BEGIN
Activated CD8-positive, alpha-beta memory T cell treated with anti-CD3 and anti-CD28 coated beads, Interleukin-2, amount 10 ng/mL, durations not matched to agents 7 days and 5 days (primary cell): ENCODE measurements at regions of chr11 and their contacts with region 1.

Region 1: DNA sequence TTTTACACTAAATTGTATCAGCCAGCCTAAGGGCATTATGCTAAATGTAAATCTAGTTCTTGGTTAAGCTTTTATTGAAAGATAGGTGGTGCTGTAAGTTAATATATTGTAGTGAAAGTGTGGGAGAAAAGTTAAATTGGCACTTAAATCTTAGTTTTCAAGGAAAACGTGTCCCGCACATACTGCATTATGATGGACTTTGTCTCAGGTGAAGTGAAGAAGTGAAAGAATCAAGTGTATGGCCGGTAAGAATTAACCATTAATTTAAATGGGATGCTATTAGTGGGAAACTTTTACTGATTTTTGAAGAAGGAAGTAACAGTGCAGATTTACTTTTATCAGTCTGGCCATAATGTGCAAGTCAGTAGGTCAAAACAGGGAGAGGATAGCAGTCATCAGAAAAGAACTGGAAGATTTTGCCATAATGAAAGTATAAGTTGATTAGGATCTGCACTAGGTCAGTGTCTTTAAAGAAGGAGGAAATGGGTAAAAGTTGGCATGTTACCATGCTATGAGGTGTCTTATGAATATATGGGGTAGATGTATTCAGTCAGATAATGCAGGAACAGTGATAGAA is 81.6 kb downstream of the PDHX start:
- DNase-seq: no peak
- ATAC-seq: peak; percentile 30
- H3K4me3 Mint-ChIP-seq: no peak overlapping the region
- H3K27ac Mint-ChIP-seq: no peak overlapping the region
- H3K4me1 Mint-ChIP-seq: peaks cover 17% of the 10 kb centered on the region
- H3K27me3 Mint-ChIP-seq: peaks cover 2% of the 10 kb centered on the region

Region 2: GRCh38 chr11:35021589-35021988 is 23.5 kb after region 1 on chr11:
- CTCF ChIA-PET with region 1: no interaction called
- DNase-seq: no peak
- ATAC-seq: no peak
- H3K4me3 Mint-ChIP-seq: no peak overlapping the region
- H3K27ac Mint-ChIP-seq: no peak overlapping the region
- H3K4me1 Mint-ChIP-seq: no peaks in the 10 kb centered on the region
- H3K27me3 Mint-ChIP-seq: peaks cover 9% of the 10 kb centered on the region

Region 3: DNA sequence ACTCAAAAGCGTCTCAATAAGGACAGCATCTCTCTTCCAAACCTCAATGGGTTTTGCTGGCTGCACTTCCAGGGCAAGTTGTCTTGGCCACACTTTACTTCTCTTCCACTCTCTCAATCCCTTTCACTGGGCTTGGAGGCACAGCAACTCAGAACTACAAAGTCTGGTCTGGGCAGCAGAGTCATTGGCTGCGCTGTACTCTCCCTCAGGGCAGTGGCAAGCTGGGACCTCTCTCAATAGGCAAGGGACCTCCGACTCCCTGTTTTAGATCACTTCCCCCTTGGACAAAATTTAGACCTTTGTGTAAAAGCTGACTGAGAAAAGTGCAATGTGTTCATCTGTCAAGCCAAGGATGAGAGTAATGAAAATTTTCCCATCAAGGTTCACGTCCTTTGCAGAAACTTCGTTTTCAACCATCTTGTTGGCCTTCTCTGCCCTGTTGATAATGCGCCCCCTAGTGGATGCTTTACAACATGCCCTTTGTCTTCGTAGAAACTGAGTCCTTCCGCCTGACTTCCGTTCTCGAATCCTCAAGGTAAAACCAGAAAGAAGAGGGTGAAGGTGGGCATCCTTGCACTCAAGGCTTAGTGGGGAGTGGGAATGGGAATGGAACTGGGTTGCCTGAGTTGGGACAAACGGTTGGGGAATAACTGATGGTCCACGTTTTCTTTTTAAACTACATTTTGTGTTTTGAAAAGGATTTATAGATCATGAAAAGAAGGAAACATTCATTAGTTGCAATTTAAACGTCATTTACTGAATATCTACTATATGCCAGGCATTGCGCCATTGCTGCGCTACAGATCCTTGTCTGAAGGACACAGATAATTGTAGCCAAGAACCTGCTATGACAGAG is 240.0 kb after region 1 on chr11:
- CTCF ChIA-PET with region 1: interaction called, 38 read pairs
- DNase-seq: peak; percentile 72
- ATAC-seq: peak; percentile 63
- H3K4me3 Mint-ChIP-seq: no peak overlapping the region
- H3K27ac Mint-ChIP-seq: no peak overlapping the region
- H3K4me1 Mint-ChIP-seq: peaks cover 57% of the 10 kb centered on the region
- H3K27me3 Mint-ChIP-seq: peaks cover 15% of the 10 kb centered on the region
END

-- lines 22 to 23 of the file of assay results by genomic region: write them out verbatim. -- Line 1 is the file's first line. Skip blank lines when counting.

- H3K27ac Mint-ChIP-seq: no peak overlapping the region
- H3K4me1 Mint-ChIP-seq: peaks cover 57% of the 10 kb centered on the region